rated Montgomery County, Maryland, as the second most liberal place in the US, and that includes the relatively conservative upcounty communities.)
The incumbent, Madaleno, is popular in his district. He is known as a guy who loves to study budgets and finagle the details of complicated policies. He is a practical negotiator in the legislature who picks his fights and sometimes wins them. Beyer, in contrast, is a principled progressive who positions herself solidly -- usually at the left end of the spectrum -- and is willing to take the losing side of a vote if she believes she is right. I am not a profound political pundit but if I was voting in that district I would see this race as a choice between pragmatism and principles. As the campaigns gear up I'm sure the candidates will clarify their differences on the various issues.
Remember that the Republican Party is dead in Montgomery County. Last time I looked, there were no elected GOP officials in the county at all. That means that the Democratic primary effectively determines who will win the office. Beyer and Madaleno are both Democrats, and the primary election will be held in June.
Honestly, this is not a big deal. The Senator from District 18 works on legislative business with 46 other people in one chamber of a bicameral state legislature. If there is a big deal, it has to do with the observation that Madaleno has never faced a Senate primary challenge, and Beyer is an underdog whose declared candidacy is unusually bold.
Oh woops, hold the presses. This just in. Madaleno is gay, and Beyer is transgender.
A paragraph of review here. Sexual orientation means who you are attracted to, where "gay" means that a person is romantically and sexually attracted to those of their own sex. Gender identity means who you are. "Transgender" means that someone was assigned the wrong sex at birth, and has changed their presentation, for instance their dress and maybe their name and maybe they have had surgery or other treatments, to correct the error. "LGBT" means lesbian gay bisexual transgender, and is a blanket category for people who are in the minorities of sexual orientation and gender identity. Sexual orientation and gender identity don't have anything to do with one another, but the prejudice gay and transgender people face is similar and the groups have found it practical to work together to fight bigotry and carve out a place for themselves in society, so LGBT is a sometimes-uncomfortable but useful aggregate concept.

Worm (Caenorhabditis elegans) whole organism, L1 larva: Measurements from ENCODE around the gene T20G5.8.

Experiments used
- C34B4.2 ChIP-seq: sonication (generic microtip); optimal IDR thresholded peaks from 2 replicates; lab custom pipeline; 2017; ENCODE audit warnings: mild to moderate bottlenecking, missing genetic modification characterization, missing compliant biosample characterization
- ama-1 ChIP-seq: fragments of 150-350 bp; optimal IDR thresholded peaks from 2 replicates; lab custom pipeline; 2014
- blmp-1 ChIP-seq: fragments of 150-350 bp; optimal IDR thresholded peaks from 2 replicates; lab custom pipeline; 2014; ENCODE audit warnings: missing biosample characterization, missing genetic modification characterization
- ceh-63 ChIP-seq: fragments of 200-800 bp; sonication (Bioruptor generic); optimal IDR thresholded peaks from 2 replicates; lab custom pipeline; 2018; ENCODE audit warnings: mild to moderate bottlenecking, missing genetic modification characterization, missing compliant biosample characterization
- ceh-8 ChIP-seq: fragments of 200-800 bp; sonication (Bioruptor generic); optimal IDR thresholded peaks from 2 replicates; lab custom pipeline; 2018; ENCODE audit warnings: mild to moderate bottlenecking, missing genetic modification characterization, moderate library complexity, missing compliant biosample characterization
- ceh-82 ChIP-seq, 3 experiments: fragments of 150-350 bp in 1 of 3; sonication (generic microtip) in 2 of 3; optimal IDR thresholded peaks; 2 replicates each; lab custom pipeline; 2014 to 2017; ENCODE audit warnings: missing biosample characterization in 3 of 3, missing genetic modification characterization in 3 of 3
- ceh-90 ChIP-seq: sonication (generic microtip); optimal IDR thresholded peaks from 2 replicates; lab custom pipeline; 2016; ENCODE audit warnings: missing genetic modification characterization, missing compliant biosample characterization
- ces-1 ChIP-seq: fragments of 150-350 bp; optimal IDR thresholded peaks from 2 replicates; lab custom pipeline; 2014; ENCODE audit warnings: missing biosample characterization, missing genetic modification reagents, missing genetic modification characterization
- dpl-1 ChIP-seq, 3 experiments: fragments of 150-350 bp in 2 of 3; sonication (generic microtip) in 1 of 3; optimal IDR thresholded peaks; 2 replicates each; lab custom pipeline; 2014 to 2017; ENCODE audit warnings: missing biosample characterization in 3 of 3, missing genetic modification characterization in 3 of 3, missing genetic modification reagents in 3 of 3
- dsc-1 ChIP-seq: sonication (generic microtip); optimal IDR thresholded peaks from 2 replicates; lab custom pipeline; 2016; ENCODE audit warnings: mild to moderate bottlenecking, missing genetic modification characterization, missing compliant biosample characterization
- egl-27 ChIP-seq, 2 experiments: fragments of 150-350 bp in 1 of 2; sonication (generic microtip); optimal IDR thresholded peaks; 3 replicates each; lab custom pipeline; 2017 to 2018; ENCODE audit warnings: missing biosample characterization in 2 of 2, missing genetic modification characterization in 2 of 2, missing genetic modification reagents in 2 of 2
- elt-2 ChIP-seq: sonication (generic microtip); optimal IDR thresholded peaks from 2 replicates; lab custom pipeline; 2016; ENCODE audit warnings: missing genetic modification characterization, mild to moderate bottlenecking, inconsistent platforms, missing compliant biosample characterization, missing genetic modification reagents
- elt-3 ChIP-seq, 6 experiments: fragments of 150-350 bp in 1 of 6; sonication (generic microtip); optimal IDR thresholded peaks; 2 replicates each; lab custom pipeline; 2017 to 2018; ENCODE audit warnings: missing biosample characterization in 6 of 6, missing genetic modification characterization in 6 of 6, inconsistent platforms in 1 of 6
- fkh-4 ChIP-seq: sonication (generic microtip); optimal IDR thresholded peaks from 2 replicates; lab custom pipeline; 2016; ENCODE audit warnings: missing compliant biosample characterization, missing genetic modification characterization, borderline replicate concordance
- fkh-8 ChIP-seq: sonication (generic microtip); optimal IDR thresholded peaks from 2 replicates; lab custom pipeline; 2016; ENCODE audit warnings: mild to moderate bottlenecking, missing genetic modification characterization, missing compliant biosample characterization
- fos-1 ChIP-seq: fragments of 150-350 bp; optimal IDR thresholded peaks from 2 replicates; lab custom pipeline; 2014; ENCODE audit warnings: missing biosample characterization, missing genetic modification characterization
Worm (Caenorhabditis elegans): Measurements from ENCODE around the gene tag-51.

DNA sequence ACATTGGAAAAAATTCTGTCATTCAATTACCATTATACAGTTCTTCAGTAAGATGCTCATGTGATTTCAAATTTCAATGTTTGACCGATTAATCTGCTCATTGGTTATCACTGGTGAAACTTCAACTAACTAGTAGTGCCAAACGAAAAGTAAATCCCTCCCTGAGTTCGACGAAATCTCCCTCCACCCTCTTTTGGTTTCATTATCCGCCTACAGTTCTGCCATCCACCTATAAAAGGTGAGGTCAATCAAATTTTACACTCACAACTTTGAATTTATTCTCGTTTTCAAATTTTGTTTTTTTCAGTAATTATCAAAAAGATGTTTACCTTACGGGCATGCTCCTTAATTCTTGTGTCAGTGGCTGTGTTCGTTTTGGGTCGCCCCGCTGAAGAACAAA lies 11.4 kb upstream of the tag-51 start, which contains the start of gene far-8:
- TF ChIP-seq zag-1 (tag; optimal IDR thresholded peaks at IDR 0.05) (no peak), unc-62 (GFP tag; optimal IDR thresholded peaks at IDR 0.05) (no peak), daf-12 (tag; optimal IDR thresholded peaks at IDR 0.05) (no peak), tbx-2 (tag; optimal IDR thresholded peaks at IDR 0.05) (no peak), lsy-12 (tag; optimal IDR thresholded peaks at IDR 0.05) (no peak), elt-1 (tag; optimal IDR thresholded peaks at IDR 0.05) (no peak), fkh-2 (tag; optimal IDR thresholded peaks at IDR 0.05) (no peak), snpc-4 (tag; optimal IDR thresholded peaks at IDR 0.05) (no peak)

The idea that a transgender person would challenge a gay person in a political contest has both sides in a tizzy. Both Beyer and Madaleno are well-known and well liked in the LGBT community as activists and promoters of LGBT rights, and the gay activists seem to feel a sense of conflict in having to choose one or the other, though so far they are lining up behind Madaleno. The Advocate
reports a feeling in the Maryland gay community that it was not a good idea for Beyer to push the issue:
Carrie Evans, executive director of Equality Maryland, the state's largest LGBT advocacy group, questioned Beyer's intentions, as the battle to pass Madaleno's antidiscrimination bill rages on. "We really are questioning the timing of her announcement," Evans said in a statement to the The Baltimore Sun. "We need to all be focused on getting this bill passed."
Equality Maryland will support Madaleno in the primary. "He has been a champion of our community for decades, and we will stick by him and ensure that we do what we need to do to get him re-elected," Evans told the Sun. "This is a district that feels very connected to him. I absolutely know in June they will send him back to Annapolis."
Evans expressed concern that Beyer's entry into the race will force Equality Maryland to devote resources to support of Madaleno that would have otherwise gone to other races, as up until Beyer's announcement, Madaleno was running unopposed. Trans Woman and Gay Man Vie for Maryland Senate Seat
Now, this is The Advocate
, and they have to see the world through this particular prism, they are looking out for gay people. Also, I should note that some transgender people do not feel that Equality Maryland represents them very well.